Anyone who wonders what Caleb Wilson is up to these days only needs to check his Twitter feed.
After learning that he would undergo season-ending surgery for a foot injury late last month, the UCLA tight end tweeted, “I’m built for this. I’ll be back and better.”
A week later, Wilson provided an update on his status. “Was told surgery went very well,” Wilson tweeted. “Locked in on coming back better than ever and becoming the best teammate I can be.”
Teammate Austin Roberts’ Twitter feed has been a bit more whimsical. His recent social media activity included a retweet of former NFL receiver Chad Johnson saying “I love you” to someone who blew his horn at Johnson. There was also a tweet reading, “Can’t complain about having a lot on my plate when my goal is to eat.”
The only similarity between Wilson and Roberts that’s essential to the Bruins is their productivity as the team’s primary pass-catching tight end. Roberts has assumed that role after Wilson was injured against Colorado on Sept. 30, necessitating the insertion of screws to stabilize his foot.
“They’re both really good route runners and matchup problems,” UCLA coach Jim Mora said. “Caleb has a little more height, but I think Josh [Rosen] has a lot of confidence in Austin as well. He’s shown to be a very capable guy. I’m excited to see him step up.”
The 6-foot-2 Roberts has some ground to make up on the 6-4 Wilson outside of the height department. Wilson was the Bruins’ second-leading receiver, having made 38 catches for 490 yards and one touchdown. Roberts has made six catches for 77 yards and two touchdowns, including a 12-yard scoring catch against Colorado.
Wilson’s value to the Bruins was probably more accurately demonstrated by the metrics of footballstudyhall.com. Rosen had targeted Wilson on 20.1% of his passes, according to the website, compared with a combined 4.6% for Roberts and Jordan Wilson (no relation to Caleb), the team’s other primary tight ends.
Wilson’s absence could also provide an opportunity for freshmen Jimmy Jaggers and Moses Robinson-Carr, who are waiting to make their debuts.
“We have good tight ends in the program,” UCLA offensive coordinator Jedd Fisch said, “and it’ll be fun to see some of those guys take on bigger roles.”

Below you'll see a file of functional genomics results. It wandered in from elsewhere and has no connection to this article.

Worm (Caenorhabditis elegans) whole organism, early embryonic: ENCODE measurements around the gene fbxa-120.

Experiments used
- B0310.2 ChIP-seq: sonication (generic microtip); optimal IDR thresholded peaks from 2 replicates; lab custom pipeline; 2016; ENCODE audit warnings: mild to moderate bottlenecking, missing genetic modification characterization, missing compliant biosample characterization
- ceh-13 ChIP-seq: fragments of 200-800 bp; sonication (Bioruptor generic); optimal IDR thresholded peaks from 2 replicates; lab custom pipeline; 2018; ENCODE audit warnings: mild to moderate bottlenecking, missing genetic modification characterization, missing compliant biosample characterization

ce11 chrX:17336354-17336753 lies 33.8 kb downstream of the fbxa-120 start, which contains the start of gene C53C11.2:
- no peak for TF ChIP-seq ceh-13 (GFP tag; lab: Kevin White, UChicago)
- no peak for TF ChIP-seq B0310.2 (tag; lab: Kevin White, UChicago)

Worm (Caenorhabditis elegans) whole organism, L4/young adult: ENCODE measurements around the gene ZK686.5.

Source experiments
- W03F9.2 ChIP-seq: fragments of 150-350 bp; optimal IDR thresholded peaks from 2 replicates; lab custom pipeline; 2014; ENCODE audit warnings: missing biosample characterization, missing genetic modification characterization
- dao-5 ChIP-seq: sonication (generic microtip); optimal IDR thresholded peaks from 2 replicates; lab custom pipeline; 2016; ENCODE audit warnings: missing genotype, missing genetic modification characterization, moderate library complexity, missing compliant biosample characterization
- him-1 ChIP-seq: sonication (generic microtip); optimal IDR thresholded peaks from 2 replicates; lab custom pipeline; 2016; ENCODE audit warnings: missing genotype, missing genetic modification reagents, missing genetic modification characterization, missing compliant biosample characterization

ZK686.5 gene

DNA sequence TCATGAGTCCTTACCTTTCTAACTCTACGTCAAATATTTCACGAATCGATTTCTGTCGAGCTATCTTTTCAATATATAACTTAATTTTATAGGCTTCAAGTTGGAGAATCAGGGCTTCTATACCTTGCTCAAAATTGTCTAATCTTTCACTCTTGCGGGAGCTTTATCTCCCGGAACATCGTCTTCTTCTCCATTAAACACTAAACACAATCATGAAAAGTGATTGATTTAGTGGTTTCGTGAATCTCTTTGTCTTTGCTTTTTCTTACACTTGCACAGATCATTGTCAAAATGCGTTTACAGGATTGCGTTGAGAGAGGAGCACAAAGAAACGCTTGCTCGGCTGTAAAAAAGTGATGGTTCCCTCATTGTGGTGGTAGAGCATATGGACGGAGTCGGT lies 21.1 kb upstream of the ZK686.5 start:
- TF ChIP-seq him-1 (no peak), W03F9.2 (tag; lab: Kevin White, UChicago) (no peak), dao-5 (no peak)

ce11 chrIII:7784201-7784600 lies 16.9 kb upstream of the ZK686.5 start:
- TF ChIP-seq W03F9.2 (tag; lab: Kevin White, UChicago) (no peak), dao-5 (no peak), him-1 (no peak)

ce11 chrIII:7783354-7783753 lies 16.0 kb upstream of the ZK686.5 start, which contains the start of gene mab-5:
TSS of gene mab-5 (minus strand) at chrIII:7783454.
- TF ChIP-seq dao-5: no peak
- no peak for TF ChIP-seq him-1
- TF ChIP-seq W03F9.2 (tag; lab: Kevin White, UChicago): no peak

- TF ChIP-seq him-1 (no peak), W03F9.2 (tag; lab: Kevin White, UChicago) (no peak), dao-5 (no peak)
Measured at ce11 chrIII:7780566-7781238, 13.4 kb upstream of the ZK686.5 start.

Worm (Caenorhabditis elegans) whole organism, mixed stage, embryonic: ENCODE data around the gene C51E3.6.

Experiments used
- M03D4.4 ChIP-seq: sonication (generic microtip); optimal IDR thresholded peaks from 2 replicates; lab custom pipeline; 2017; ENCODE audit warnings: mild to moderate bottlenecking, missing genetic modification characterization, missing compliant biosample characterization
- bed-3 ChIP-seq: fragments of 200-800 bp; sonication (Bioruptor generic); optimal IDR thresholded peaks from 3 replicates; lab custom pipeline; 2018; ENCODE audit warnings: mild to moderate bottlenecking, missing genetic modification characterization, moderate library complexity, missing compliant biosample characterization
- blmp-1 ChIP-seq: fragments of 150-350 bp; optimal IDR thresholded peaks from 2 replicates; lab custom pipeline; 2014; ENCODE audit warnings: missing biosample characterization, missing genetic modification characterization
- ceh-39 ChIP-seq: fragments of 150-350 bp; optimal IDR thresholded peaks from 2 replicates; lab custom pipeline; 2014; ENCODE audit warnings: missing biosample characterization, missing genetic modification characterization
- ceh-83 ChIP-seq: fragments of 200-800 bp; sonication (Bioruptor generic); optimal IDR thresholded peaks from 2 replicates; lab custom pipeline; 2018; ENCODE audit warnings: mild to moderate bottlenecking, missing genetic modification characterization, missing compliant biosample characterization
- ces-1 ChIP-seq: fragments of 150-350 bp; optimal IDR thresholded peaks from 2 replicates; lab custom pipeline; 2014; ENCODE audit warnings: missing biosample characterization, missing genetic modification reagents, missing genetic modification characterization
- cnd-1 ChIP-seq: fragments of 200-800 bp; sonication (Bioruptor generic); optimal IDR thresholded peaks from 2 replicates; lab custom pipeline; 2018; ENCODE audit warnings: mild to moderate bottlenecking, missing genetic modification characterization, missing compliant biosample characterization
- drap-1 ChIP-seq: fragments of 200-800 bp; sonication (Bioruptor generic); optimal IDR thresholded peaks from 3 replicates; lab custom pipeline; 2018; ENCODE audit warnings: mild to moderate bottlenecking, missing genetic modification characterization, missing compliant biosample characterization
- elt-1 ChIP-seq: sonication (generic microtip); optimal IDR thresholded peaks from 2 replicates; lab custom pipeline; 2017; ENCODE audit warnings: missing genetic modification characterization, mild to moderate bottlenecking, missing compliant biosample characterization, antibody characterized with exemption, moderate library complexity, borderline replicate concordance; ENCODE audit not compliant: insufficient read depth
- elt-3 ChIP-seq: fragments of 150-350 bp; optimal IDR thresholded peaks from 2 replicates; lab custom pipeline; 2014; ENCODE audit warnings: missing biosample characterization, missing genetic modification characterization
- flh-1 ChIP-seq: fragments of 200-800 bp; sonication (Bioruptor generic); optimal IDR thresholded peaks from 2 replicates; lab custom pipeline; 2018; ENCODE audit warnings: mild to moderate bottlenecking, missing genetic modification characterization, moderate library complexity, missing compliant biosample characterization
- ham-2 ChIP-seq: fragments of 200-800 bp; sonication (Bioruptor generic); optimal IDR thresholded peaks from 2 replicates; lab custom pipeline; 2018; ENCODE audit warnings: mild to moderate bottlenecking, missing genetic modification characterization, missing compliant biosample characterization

Fisch was then asked how different Roberts was from Wilson as far as the style of his play.
“Not that different,” Fisch said, smiling.
UCLA has allowed only three sacks over its last three games.
Much of the credit goes to the offensive line, receivers who have run their routes well and Rosen releasing the ball in a timely manner. There’s also another less obvious contributor.
“Kind of the unsung guy in there,” Mora said, “is Soso.”
That would be Soso Jamabo, the tailback who struggled with pass protection as recently as training camp. He’s become more than proficient in that department, one of the reasons he’s supplanted Bolu Olorunfunmi as the team’s top ballcarrier.
“He’s got a really good feel for it,” Fisch said. “He understands protections really well, and that’s a huge advantage for a running back.”
Mora said it’s not unusual for highly touted running backs to struggle with pass blocking in college because it’s a skill they were rarely asked to utilize in high school.
“If you’ve got a Soso Jamabo in high school, you’re either running it or you’re getting him out of the backfield and trying to throw it to him,” Mora said, “so the great guys coming out of high school aren’t guys that have typically pass-blocked a lot. But he came in here and for three years he’s really worked hard at it and we’ve seen great improvement.”
Follow Ben Bolch on Twitter @latbbolch